Polls in California are tightening as the Democratic primary careens toward the finish line.
Former Secretary of State Hillary Clinton leads Sen. Bernie Sanders by a slim two-point margin in two separate polls released Wednesday — the narrowest margins the two Democratic hopefuls have seen in the Golden State.
So what would a Sanders win in California mean for the Democratic primary?
"A Sanders win would not change the Democratic math. Clinton has won her party's nomination," Stu Rothenberg, a nonpartisan political analyst, said in an interview. "But a Sanders victory would ignite a round of stories and chatter about her weakness and the Democratic Party's divide."
Math not on Sanders' side: No matter the result of California's primary, Clinton will clinch her party's nomination Tuesday, when California, Montana, New Jersey, New Mexico and North Dakota head to the polls.
In fact, Clinton will likely clinch the nomination when polls close in New Jersey — one of the largest states, with 142 delegates, and where she holds a double-digit lead over Sanders.
Clinton will reach the magic 2,383 number thanks to a lead in pledged delegates — or delegates allocated based on primary results — and super delegates, comprised of Democratic officials and insiders.
And that's not rare.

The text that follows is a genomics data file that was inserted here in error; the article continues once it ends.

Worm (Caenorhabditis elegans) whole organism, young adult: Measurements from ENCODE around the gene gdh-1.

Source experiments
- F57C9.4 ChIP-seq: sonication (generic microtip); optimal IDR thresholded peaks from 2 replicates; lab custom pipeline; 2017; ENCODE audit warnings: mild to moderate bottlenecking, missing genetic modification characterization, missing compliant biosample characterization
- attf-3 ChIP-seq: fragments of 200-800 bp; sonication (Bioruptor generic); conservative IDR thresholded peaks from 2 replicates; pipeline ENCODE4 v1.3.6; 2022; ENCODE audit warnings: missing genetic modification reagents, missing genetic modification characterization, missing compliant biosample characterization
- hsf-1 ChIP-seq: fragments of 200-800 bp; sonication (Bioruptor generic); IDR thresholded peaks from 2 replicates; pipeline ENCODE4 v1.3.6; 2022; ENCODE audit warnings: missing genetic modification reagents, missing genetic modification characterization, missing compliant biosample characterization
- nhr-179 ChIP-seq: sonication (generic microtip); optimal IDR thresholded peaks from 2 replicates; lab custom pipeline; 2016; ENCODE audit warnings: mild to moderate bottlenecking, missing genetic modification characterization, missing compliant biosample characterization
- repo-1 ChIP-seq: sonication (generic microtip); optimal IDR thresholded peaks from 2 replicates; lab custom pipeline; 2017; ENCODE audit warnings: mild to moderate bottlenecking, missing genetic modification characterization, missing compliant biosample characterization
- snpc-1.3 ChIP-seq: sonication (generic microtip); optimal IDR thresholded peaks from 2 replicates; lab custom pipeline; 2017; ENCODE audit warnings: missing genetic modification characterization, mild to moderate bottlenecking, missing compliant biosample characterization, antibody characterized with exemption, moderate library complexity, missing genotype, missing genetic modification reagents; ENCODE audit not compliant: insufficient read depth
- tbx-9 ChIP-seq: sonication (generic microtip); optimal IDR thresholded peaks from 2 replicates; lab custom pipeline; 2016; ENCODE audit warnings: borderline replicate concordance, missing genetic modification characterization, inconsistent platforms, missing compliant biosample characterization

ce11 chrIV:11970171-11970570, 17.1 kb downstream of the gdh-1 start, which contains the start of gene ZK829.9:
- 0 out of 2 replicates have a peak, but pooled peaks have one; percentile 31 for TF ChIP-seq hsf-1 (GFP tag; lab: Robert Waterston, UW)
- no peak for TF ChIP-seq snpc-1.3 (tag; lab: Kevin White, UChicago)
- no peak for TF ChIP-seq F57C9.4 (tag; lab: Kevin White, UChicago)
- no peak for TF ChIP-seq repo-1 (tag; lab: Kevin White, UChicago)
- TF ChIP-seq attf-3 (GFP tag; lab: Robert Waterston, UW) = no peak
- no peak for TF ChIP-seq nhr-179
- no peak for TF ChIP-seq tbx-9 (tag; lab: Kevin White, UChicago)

President Barack Obama was declared the winner of the nomination in 2008 after superdelegates pushed him over the cliff. Same with Walter Mondale in 1984, and Michael Dukakis in 1988.
"She has received obviously a whole lot of superdelegate support, no question about that," Sanders said in remarks to reporters this week. "A lot more than I have. But superdelegates don't vote until they're on the floor of the Democratic convention That's when they vote."
And he hopes a potential California win would help him convince enough superdelegates to hand him the nomination.
But that too is likely to be a fruitless endeavor, as he'll be behind in both pledged delegates and the popular vote.
"If he wins [California], it doesn't make him the nominee, he's not ever going to be the nominee," Mary Anne Marsh, a Massachusetts-based Democratic strategist, said in an interview. "But he will use it to rationalize his hell-bent intent on staying in this race through the convention. And given how he's been campaigning of late, it becomes much more clear every day that this race is more about Bernie than it is about the Democrats winning the White House or anything else."